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Verify the divergence theorem for vector field $\text{F}(x,y,z)=\u27e8x+y+z,y,2x-y\u27e9$ and surface S given by the cylinder ${x}^{2}+{y}^{2}=1,0\le z\le 3$ plus the circular top and bottom of the cylinder. Assume that S is positively oriented.
Both integrals equal $6\pi .$
Recall that the divergence of continuous field F at point P is a measure of the “outflowing-ness” of the field at P . If F represents the velocity field of a fluid, then the divergence can be thought of as the rate per unit volume of the fluid flowing out less the rate per unit volume flowing in. The divergence theorem confirms this interpretation. To see this, let P be a point and let ${B}_{r}$ be a ball of small radius r centered at P ( [link] ). Let ${S}_{r}$ be the boundary sphere of ${B}_{r}.$ Since the radius is small and F is continuous, $\text{div}\phantom{\rule{0.2em}{0ex}}\text{F}\left(Q\right)\approx \text{div}\phantom{\rule{0.2em}{0ex}}\text{F}\left(P\right)$ for all other points Q in the ball. Therefore, the flux across ${S}_{r}$ can be approximated using the divergence theorem:
Since $\text{div}\phantom{\rule{0.2em}{0ex}}\text{F}\left(P\right)$ is a constant,
Therefore, flux $\iint}_{{S}_{r}}\text{F}\xb7d\text{S$ can be approximated by $\text{div}\phantom{\rule{0.2em}{0ex}}\text{F}\left(P\right)V\left({B}_{r}\right).$ This approximation gets better as the radius shrinks to zero, and therefore
This equation says that the divergence at P is the net rate of outward flux of the fluid per unit volume.
The divergence theorem translates between the flux integral of closed surface S and a triple integral over the solid enclosed by S . Therefore, the theorem allows us to compute flux integrals or triple integrals that would ordinarily be difficult to compute by translating the flux integral into a triple integral and vice versa.
Calculate the surface integral ${\iint}_{S}\text{F}\xb7d\text{S}},$ where S is cylinder ${x}^{2}+{y}^{2}=1,0\le z\le 2,$ including the circular top and bottom, and $\text{F}=\u27e8\frac{{x}^{3}}{3}+yz,\frac{{y}^{3}}{3}-\text{sin}\left(xz\right),z-x-y\u27e9.$
We could calculate this integral without the divergence theorem, but the calculation is not straightforward because we would have to break the flux integral into three separate integrals: one for the top of the cylinder, one for the bottom, and one for the side. Furthermore, each integral would require parameterizing the corresponding surface, calculating tangent vectors and their cross product, and using [link] .
By contrast, the divergence theorem allows us to calculate the single triple integral ${\iiint}_{E}\text{div}}\phantom{\rule{0.2em}{0ex}}\text{F}dV,$ where E is the solid enclosed by the cylinder. Using the divergence theorem and converting to cylindrical coordinates, we have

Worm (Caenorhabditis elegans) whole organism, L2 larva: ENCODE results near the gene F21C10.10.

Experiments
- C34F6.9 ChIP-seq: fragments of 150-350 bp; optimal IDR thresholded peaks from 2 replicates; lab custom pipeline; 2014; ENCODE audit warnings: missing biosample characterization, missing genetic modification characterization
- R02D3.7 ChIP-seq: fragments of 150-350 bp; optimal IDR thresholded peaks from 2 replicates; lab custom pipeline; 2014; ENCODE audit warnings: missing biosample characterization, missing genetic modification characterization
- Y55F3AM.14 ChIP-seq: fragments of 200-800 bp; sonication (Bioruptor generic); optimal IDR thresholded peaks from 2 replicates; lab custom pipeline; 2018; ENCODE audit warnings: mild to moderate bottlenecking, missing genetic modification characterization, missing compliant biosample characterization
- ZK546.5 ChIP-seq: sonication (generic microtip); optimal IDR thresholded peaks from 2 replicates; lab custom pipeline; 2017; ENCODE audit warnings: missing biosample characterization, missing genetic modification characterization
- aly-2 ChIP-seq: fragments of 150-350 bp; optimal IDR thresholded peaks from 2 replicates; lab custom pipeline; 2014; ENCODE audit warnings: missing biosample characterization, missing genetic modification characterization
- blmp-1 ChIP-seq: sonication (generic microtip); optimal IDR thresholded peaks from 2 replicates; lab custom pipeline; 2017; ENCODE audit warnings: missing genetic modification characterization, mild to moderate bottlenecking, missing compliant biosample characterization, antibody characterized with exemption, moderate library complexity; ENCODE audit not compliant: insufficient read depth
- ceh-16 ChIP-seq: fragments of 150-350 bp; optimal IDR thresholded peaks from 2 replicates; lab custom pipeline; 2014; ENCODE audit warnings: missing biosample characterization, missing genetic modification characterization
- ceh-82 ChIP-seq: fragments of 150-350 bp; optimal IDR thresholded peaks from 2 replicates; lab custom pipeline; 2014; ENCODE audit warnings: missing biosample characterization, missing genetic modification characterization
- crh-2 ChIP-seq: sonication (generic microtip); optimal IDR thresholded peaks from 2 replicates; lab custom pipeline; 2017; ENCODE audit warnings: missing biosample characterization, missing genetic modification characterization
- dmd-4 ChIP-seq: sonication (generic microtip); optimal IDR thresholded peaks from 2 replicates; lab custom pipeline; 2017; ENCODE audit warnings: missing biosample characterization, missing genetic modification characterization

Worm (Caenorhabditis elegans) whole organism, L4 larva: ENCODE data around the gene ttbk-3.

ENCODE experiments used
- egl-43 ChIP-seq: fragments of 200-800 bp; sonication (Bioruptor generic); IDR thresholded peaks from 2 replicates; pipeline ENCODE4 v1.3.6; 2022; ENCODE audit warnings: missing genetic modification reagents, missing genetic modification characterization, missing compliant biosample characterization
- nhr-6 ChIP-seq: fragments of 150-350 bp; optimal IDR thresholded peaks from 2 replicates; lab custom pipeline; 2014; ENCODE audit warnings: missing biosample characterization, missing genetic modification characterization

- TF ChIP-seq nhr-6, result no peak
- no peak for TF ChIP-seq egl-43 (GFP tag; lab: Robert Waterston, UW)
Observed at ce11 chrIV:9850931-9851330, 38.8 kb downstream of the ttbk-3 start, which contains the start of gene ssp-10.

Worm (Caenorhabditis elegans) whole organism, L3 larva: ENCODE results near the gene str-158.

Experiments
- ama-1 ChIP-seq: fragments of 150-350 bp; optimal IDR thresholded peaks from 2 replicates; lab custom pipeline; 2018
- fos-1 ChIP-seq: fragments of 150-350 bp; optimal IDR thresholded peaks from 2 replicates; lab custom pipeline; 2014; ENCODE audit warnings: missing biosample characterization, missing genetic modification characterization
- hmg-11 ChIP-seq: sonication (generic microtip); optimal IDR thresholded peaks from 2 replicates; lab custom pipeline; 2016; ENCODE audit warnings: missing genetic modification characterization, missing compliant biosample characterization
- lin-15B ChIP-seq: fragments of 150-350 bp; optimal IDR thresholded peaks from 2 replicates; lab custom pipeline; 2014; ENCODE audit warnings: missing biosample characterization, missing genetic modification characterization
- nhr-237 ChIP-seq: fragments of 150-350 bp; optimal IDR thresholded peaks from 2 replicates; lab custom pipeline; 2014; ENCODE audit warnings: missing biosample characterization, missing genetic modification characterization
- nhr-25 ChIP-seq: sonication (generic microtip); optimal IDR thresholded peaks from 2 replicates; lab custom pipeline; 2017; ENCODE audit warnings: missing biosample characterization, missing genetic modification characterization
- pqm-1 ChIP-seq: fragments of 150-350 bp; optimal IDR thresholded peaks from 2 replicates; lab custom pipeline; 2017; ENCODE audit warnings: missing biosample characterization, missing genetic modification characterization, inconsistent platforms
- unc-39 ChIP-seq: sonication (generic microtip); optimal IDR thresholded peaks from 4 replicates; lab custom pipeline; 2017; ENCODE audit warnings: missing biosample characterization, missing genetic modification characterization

Use the divergence theorem to calculate flux integral ${\iint}_{S}\text{F}\xb7d\text{S}},$ where S is the boundary of the box given by $0\le x\le 2,1\le y\le 4,0\le z\le 1,$ and $\text{F}=\u27e8{x}^{2}+yz,y-z,2x+2y+2z\u27e9$ (see the following figure).
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Let $\text{v}=\u27e8-\frac{y}{z},\frac{x}{z},0\u27e9$ be the velocity field of a fluid. Let C be the solid cube given by $1\le x\le 4,2\le y\le 5,1\le z\le 4,$ and let S be the boundary of this cube (see the following figure). Find the flow rate of the fluid across S .
The flow rate of the fluid across S is ${\iint}_{S}\text{v}\xb7d\text{S}}.$ Before calculating this flux integral, let’s discuss what the value of the integral should be. Based on [link] , we see that if we place this cube in the fluid (as long as the cube doesn’t encompass the origin), then the rate of fluid entering the cube is the same as the rate of fluid exiting the cube. The field is rotational in nature and, for a given circle parallel to the xy -plane that has a center on the z -axis, the vectors along that circle are all the same magnitude. That is how we can see that the flow rate is the same entering and exiting the cube. The flow into the cube cancels with the flow out of the cube, and therefore the flow rate of the fluid across the cube should be zero.
To verify this intuition, we need to calculate the flux integral. Calculating the flux integral directly requires breaking the flux integral into six separate flux integrals, one for each face of the cube. We also need to find tangent vectors, compute their cross product, and use [link] . However, using the divergence theorem makes this calculation go much more quickly:
Therefore the flux is zero, as expected.
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